CAN sniffing for steering wheel button presses

You can make those buttons on your steering wheel much more functional if you have a way of monitoring them. Don’t even think of cracking open the factory finish to get to the solder points, just tap into the CAN bus and monitor the data traffic.

The small board seen above is the result of a project [Peter Shabino] calls the CAN sniffer. The connector on the left will plug into the Control Area Network system on your car, giving the chips on board something to do. There’s an MCP2551 CAN transceiver (hidden under that linear regulator) and an SPI controlled MCP2515 CAN controller which take care of the particulars of the CAN protocol. The big chip in the middle is a PIC 16F876, responsible for making sense out of the data. From there a MAX232 chip is used to provide a serial interface to connect the device to a computer.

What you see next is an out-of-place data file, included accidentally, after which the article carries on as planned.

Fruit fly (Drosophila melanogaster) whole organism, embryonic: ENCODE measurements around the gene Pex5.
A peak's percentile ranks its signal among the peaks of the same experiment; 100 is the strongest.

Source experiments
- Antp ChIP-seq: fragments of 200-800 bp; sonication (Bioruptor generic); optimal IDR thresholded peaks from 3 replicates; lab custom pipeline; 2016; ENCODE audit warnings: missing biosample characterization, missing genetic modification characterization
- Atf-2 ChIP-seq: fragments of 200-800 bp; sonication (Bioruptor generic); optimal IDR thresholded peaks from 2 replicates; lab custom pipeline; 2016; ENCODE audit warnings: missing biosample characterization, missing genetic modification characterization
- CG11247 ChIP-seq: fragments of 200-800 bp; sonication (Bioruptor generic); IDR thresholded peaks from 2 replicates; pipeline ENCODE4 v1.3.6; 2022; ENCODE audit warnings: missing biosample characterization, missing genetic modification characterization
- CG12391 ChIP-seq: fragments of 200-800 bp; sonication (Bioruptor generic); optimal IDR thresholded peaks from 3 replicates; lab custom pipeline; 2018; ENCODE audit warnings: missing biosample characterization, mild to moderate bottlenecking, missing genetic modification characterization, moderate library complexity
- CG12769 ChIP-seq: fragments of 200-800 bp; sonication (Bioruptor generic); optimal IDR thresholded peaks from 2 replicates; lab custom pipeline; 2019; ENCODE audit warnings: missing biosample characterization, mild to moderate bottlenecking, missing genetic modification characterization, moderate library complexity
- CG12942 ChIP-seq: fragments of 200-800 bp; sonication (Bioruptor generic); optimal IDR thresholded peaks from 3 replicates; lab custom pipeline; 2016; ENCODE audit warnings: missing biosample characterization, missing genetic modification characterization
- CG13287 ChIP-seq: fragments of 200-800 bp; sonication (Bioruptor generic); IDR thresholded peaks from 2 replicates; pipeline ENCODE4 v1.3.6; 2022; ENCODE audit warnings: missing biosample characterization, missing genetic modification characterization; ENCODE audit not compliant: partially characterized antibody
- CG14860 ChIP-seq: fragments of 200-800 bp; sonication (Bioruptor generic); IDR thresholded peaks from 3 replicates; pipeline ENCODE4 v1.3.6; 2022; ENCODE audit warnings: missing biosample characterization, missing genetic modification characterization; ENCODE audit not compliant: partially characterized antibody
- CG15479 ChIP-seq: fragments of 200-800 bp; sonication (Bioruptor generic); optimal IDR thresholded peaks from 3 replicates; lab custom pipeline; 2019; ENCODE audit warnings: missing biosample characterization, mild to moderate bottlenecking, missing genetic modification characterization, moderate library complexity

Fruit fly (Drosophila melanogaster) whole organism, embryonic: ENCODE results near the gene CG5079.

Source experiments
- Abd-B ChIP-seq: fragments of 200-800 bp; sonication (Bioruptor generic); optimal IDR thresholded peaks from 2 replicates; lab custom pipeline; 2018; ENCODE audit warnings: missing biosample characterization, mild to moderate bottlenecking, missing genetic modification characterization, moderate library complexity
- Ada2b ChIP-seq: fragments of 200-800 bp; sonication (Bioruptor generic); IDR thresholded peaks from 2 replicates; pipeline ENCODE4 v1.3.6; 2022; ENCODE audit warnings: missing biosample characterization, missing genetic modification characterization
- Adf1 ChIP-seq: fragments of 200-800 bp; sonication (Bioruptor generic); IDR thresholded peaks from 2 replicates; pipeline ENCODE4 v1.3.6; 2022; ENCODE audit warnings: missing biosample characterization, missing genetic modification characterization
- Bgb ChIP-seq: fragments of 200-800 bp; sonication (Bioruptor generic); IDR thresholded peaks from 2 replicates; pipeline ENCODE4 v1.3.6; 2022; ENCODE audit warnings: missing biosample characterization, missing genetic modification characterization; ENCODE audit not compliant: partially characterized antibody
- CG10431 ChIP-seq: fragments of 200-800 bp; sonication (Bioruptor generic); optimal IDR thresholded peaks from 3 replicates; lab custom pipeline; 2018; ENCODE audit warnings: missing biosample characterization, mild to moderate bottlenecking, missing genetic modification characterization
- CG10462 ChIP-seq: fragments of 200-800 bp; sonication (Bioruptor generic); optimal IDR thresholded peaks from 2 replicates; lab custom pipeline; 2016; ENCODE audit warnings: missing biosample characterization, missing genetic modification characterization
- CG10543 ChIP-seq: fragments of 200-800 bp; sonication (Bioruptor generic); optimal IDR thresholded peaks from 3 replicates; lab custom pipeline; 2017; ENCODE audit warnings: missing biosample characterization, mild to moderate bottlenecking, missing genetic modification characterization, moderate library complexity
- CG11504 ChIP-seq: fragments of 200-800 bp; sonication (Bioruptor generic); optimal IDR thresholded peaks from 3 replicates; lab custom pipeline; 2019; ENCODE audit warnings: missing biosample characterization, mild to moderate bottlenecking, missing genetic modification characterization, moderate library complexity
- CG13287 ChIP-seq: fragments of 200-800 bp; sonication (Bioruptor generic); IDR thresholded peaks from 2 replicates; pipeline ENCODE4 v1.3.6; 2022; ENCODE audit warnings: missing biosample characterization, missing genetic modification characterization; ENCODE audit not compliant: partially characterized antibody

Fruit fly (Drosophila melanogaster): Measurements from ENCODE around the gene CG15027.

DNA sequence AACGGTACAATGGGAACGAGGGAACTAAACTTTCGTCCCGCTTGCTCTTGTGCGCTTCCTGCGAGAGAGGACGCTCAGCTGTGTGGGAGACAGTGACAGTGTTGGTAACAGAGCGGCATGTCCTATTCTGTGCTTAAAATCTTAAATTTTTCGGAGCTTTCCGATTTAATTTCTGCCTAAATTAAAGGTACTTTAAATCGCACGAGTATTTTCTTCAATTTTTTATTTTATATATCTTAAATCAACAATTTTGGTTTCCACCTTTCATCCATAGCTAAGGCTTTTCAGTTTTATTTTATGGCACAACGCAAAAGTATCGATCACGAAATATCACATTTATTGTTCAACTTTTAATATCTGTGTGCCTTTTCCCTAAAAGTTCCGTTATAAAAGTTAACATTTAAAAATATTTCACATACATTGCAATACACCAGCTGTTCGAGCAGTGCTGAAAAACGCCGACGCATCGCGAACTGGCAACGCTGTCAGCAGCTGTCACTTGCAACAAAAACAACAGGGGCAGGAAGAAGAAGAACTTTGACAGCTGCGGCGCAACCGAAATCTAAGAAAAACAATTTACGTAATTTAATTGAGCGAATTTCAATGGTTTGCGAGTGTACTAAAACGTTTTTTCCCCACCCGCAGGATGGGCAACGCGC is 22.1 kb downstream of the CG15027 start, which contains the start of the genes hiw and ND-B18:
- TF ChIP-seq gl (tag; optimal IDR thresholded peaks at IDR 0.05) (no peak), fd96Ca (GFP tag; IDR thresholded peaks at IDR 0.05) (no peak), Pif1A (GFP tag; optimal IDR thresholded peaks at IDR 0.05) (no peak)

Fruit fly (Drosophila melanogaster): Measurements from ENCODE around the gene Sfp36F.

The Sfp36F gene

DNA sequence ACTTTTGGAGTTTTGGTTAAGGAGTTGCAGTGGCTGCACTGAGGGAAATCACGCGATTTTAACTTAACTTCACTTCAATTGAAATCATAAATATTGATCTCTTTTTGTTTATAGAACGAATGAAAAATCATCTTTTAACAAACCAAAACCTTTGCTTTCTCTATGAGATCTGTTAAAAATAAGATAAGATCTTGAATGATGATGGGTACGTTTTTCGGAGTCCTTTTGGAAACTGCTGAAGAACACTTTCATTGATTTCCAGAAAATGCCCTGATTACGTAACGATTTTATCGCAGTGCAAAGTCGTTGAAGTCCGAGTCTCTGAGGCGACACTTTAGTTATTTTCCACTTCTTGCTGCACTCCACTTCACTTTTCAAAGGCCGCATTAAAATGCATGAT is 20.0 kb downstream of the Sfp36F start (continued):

This really isn’t tied down to one particular function. Once you have access to the bus for a microcontroller you’ll only be limited by your firmware writing skills. [Peter] has posted an archive with all of the open source files, as well as an illustrated step-by-step board assembly. We’ve embedded the schematic from that archive after the break. Continue reading “CAN sniffing for steering wheel button presses”

Embedded games: Rogue

Here’s a handheld version of Rogue. Rogue is one of the first graphical computer games and takes the player through a dungeon-exploring adventure. [Manuel] built this around a PIC 16F876 microcontroller and a KS0108 graphic LCD screen.

Hot on the heels of the pixellated Mario game, these embedded handhelds make for fun projects and great gifts. There are few parts used and [Manuel] etched his own PCB. Take a look at the schematic, this is a great platform to start with but the sky’s the limit on writing your own games.